Bomb kills at least 14 at pharmacists’ protest in Lahore, Pakistan, police say


A breakaway faction of the Pakistani Taliban claimed responsibility Monday after a suicide bombing killed at least 14 people and injured 87 others at a large protest rally in the eastern Pakistani city of Lahore.

The attack occurred as hundreds of pharmacists and pharmaceutical manufacturers rallied in front of the provincial assembly building against government regulations on drug sales.

A suicide bomber on foot targeted several senior law enforcement officials who were negotiating with protesters, according to the provincial police chief, Mushtaq Shukhera. Six police officials were among those killed in what the militant group said was revenge for Pakistani military operations in the Afghan border region.


Muhammad Sarfraz, a traffic police official, said law enforcement agents were speaking with protesters when the blast occurred about 15 feet from where they were standing.

“Suddenly there was a big bang followed by smoke and fire,” Sarfraz said. “I lost my senses for a few seconds. When recovered, I saw at least 50 people lying on the ground. It was like doomsday.”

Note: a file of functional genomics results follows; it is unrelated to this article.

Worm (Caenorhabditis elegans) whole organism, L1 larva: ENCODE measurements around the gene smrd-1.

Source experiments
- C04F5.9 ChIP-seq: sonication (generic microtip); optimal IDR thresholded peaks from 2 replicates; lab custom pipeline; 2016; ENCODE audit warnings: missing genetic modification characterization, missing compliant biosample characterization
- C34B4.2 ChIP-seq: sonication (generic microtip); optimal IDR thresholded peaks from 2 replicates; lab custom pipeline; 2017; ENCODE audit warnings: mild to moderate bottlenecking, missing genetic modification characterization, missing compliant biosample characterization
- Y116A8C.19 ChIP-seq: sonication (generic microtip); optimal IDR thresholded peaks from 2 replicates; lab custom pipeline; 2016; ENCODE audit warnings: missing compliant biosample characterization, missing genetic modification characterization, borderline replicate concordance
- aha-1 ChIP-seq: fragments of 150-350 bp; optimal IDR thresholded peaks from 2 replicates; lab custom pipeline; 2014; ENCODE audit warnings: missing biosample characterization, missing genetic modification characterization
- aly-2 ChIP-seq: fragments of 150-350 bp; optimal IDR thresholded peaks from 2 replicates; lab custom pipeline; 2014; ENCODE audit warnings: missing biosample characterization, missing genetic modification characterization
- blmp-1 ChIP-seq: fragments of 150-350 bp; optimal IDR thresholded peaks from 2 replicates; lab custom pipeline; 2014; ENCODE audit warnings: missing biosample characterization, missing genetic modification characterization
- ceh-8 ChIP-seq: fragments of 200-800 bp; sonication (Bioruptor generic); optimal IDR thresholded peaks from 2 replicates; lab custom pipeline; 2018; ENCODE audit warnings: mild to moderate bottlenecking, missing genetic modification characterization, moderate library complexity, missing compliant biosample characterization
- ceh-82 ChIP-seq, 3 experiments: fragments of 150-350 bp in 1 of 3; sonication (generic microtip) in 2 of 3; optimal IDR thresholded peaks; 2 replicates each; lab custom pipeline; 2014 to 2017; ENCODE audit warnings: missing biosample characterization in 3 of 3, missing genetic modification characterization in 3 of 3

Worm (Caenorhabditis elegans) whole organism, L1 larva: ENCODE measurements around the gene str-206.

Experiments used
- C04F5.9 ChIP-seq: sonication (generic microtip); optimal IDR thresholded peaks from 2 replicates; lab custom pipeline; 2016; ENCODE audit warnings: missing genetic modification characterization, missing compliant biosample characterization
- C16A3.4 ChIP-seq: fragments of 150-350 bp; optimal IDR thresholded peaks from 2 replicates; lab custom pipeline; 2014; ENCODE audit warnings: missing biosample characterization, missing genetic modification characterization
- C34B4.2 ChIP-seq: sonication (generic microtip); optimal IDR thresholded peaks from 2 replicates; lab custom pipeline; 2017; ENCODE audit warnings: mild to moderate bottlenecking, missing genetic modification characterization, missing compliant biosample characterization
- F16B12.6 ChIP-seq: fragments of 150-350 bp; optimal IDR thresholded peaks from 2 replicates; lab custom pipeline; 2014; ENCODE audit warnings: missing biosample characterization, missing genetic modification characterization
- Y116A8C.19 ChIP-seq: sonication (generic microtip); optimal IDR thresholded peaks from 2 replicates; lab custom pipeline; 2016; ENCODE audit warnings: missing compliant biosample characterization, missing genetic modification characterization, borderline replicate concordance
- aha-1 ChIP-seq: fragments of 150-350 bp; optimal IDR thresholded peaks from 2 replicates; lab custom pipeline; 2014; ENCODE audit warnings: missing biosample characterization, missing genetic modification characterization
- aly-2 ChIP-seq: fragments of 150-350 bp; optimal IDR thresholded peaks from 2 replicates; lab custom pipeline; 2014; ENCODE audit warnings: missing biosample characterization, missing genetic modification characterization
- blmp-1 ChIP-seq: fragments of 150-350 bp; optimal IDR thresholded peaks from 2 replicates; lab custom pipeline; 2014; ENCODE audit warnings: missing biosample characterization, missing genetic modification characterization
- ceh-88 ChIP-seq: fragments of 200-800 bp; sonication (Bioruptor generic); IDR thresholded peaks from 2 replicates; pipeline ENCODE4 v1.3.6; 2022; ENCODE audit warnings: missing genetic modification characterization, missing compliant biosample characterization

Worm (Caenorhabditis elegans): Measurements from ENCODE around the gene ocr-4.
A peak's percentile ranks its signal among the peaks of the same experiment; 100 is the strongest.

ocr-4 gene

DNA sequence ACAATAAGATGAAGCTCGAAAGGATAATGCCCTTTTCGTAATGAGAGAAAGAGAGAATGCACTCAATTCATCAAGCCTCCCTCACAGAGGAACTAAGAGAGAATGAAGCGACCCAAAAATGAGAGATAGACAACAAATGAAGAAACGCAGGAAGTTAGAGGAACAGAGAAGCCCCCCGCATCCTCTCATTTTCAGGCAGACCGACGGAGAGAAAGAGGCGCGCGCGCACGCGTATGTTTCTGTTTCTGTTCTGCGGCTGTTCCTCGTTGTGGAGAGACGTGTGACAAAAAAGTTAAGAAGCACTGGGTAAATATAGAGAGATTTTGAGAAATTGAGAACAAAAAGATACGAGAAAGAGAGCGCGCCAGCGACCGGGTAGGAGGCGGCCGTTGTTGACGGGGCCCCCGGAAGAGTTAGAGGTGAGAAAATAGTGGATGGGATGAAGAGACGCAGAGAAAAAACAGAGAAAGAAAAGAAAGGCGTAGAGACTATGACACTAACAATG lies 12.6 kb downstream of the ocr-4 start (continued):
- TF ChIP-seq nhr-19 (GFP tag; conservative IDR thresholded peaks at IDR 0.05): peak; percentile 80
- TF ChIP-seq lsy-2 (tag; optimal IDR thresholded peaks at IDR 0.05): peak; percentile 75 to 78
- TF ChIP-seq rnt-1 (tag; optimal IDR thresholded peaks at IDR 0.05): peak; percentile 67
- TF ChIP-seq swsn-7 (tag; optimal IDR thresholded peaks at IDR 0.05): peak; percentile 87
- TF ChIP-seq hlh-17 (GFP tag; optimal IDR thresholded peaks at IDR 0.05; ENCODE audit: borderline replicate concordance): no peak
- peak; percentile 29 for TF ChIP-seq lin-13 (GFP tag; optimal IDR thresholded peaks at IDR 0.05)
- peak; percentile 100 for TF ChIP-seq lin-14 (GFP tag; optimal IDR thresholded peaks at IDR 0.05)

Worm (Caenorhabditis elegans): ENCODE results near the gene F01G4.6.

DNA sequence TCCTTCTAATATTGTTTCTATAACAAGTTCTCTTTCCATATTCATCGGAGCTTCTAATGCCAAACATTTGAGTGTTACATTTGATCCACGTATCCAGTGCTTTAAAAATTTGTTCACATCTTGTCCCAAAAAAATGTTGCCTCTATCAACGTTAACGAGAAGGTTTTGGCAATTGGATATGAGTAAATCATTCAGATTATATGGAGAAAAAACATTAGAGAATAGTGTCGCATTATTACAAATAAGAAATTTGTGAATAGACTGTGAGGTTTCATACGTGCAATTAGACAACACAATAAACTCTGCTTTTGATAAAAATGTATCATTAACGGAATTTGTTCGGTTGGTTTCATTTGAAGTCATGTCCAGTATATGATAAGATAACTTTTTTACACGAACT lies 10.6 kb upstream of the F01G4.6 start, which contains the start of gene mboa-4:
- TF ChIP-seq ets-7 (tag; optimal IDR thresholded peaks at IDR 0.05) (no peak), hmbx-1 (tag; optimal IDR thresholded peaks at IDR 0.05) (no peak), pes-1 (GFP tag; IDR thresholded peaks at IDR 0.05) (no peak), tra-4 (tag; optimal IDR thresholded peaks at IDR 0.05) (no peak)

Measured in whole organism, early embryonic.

The Taliban offshoot, Jamaat-ul Ahrar, claimed responsibility through a spokesman. The same group was behind the bombing of a park in Lahore on Easter Sunday in 2016 that killed nearly 80 people and wounded hundreds.

Rana Sanaullah, the provincial law minister, said militant groups that had sanctuary in neighboring Afghanistan were using their safe havens to wage attacks in Pakistan.

The latest attack in Lahore, the prosperous capital of Punjab province, was particularly significant because the city is the political base of Prime Minister Nawaz Sharif. It has typically been insulated from the militant violence infesting Pakistan’s northwestern tribal region and the coastal city of Karachi.

Amir Rana, a security analyst based in the capital, Islamabad, said the attack showed that Jamaat-ul Ahrar’s network of militants remained strong despite Pakistani security operations and pledges to eradicate terrorism.


“We will have to take more measures, such as better intelligence coordination,” Rana said. “Pakistan will also have to sit with Afghanistan to discuss the terrorism issue in the region.”

Special correspondent Sahi reported from Islamabad and Times staff writer Shashank Bengali from Sofia, Bulgaria.

Follow @SBengali on Twitter for more news from South Asia


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11:40 a.m.: This article was updated throughout with staff reporting, including a higher death toll.

7:40 a.m.: This article was updated with estimated death and injury tolls, as well as information about the group that claimed the attack.

This article was originally published at 6:15 a.m.